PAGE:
After a speech to the thousands of people present, the Queen flicked a switch, supposedly activating the flow of electricity from the reactor to the grid for the first time. However, the demonstration was reportedly fake; the three-metre arrow measuring the flow was moved by a man turning a handle rather than actually showing power flowing.
Taylor never really explores the economics of Calder Hall, and how a country that was basically broke after WWII could afford to build it. Perhaps it was justified by the prospect of developing a British nuclear weapon. Despite the falling price of coal and oil in the 1960s, then, the UK built six new stations with Magnox designs, which are graphite-moderated and gas-cooled, much like Calder Hall. These British-designed, gas-cooled reactors would serve the dual purposes of producing electricity and plutonium-239. They helped the UK build a nuclear arsenal and performed reliably for four decades.
In the late sixties, the old Magnox designs were working well and the UK’s nuclear capacity had expanded. The old constraints – the cost of enriched uranium & industrial capacity to produce heavy water – that had forced them into building gas-cooled reactors were no longer present. For the first time, the UK was faced with a genuine choice of reactor type; heavy water and water-cooled reactors were back on the menu.
However, Magnox designs were developed into a new concept: advanced gas-cooled reactors (AGRs). The Atomic Energy Authority invested heavily in this design, as its potential export was seen as a huge commercial and political opportunity. It was thought that the AGRs could refuel without being shut down, which would hugely improve their output and economics. On the other hand, no prototype had been built, the very designs themselves made construction challenging, the materials hadn’t been tested, and the stations were too dissimilar to allow modular construction (which would have saved money).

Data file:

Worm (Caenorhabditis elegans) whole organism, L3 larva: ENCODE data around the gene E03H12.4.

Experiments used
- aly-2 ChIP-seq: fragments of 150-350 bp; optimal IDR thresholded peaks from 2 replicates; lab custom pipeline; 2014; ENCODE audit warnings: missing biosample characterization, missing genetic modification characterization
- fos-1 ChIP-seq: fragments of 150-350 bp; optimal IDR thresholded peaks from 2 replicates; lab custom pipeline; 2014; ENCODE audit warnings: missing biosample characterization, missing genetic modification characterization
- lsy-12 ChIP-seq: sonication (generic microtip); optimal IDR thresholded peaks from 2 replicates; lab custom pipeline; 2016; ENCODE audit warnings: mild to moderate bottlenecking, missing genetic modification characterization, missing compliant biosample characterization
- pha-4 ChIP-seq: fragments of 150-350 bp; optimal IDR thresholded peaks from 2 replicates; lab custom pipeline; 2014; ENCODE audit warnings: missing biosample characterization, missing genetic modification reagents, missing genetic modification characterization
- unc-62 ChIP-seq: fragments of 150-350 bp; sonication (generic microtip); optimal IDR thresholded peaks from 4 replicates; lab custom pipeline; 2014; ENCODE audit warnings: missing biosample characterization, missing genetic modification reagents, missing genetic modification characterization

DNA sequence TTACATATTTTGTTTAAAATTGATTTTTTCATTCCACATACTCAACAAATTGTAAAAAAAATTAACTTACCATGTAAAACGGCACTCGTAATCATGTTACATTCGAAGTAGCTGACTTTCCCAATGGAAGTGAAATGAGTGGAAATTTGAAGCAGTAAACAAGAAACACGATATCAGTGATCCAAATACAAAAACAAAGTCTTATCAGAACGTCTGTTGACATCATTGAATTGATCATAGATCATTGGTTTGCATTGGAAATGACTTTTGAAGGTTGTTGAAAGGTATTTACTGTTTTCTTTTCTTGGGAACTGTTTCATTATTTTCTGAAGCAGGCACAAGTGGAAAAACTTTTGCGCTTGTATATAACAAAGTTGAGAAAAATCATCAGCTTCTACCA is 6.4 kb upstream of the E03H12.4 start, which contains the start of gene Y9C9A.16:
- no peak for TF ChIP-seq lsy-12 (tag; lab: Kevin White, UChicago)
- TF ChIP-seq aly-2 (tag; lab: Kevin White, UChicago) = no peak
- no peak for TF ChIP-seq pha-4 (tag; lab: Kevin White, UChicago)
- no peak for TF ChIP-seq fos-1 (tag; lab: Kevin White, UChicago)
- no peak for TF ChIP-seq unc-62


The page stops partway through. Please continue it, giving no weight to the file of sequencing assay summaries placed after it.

Despite these concerns, the UK’s state-owned electricity provider, the Central Electricity Generating Board (CEGB), forged ahead with the British-designed AGRs in what Taylor describes as a ‘truly awful decision’.
Problems began to mount as the first full-scale AGR was built in 1966, and eventually costs skyrocketed from an initial £89m to £344m (of which £150m was inflation). Had this mistake been rectified after the first warning signs, 20 years of dysfunction could have been avoided. Instead, the error was compounded. Despite repeated delays and cost overruns, Britain remained committed to indigenous reactor designs, hellbent on creating something they could export. And crucially, it turned out that the AGRs could not be refuelled without being shut down.
In 1973, by which time the AGR design was obviously problematic, the government moved to use yet another novel British design (the steam-generating heavy water reactor) instead of copying an existing design from another country.
Assessing this era, Taylor claims that being cut off from US designs was fatal. There was wishful thinking and delusion about the British designs and prospects for export. Ultimately the plants were put into managed decline.
Is it fair to criticise this desire for exports? The UK was losing much of its manufacturing sector to foreign competition, and large complex projects that required strong technical expertise are a fairly obvious high-value replacement for those industries.
A key conclusion many economists take from East Asian development is that to develop an industry well, a country must cultivate local knowledge and build things indigenously instead of importing all knowledge, expertise and labour. For example, Korean car firm Hyundai secured designs and technological know-how from Japanese competitor Mitsubishi, but went through the hard graft of actually building cars for itself and eventually caught up to the global technological frontier.
Perhaps the UK’s mistake was to bet on unproven technology instead of copying foreign designs already in operation. It’s tough to evaluate the feasibility of AGRs in hindsight, but Taylor’s account implies that they didn’t look promising, even at the time of development.